• I’ve had a general manager for the first time the last two years and I also have a sales manager. They now take all new staff through a training program, but I don’t think it’s what it needs to be. It doesn’t include the history of our company, our philosophy, values, or the “why” we do what we do — it’s more nuts and bolts, like, “Here’s how you write up a repair, enter a sale, here’s where the bathrooms are, here’s how you read up on the brands we carry, etc.” — Valerie Naifeh, Naifeh Fine Jewelry, Oklahoma City, OK
  • The first couple of days are spent reading and learning our policies and procedures. From there, a lot of shadowing and online training; we need to break bad habits. — Tom Schowalter, Miner’s Den Jewelers, Royal Oak, MI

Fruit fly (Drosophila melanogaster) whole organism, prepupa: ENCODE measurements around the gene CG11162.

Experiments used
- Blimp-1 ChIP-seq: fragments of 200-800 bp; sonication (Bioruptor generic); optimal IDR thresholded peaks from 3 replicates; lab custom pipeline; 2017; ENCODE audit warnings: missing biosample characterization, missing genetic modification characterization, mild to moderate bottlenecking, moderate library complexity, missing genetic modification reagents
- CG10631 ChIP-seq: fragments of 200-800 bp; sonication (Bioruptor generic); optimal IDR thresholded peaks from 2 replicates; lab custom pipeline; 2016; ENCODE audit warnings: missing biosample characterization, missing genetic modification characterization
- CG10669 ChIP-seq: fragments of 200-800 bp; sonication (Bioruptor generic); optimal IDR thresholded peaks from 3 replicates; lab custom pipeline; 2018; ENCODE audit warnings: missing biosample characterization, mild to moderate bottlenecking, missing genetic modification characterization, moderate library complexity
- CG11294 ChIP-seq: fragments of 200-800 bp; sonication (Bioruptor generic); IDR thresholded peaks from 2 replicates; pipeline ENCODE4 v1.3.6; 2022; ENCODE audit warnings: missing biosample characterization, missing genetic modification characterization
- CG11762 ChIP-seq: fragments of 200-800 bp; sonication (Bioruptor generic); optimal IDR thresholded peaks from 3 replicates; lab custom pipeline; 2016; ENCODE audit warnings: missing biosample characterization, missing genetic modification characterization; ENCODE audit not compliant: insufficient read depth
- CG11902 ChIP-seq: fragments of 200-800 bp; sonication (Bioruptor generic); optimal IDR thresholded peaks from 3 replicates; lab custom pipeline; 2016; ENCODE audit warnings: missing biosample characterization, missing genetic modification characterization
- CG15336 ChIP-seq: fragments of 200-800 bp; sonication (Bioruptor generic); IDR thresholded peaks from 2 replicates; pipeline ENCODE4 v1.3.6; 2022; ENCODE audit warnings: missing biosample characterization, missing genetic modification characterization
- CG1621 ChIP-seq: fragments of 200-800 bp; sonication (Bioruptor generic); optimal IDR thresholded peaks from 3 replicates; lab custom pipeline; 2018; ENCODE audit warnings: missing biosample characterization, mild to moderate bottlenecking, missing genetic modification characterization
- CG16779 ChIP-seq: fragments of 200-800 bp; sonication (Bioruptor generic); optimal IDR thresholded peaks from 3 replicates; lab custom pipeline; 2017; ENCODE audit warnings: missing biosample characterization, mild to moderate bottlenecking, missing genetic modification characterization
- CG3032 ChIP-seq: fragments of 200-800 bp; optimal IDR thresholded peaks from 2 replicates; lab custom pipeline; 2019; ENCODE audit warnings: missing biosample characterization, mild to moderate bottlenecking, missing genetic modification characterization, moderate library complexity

• I wrote two booklets to help new employees. One was a day-by-day training (to be conducted with an existing staff member). The other is about a hundred questions that I want them to learn (what’s the difference between 14K and 18K gold, pros and cons of platinum heads, what the danger code word is and what to do, etc.). — Peter Tims, White Mountain Jewelers, Show Low, AZ
  • We have a training manual and I ask each existing staff member to choose areas of expertise to train the new staffer. I include my entire staff in training a new member. This gives each of them time to get to know the new person and creates a sense of community. — Kristin Cornwell, Cornwell Jewelers, Athens, OH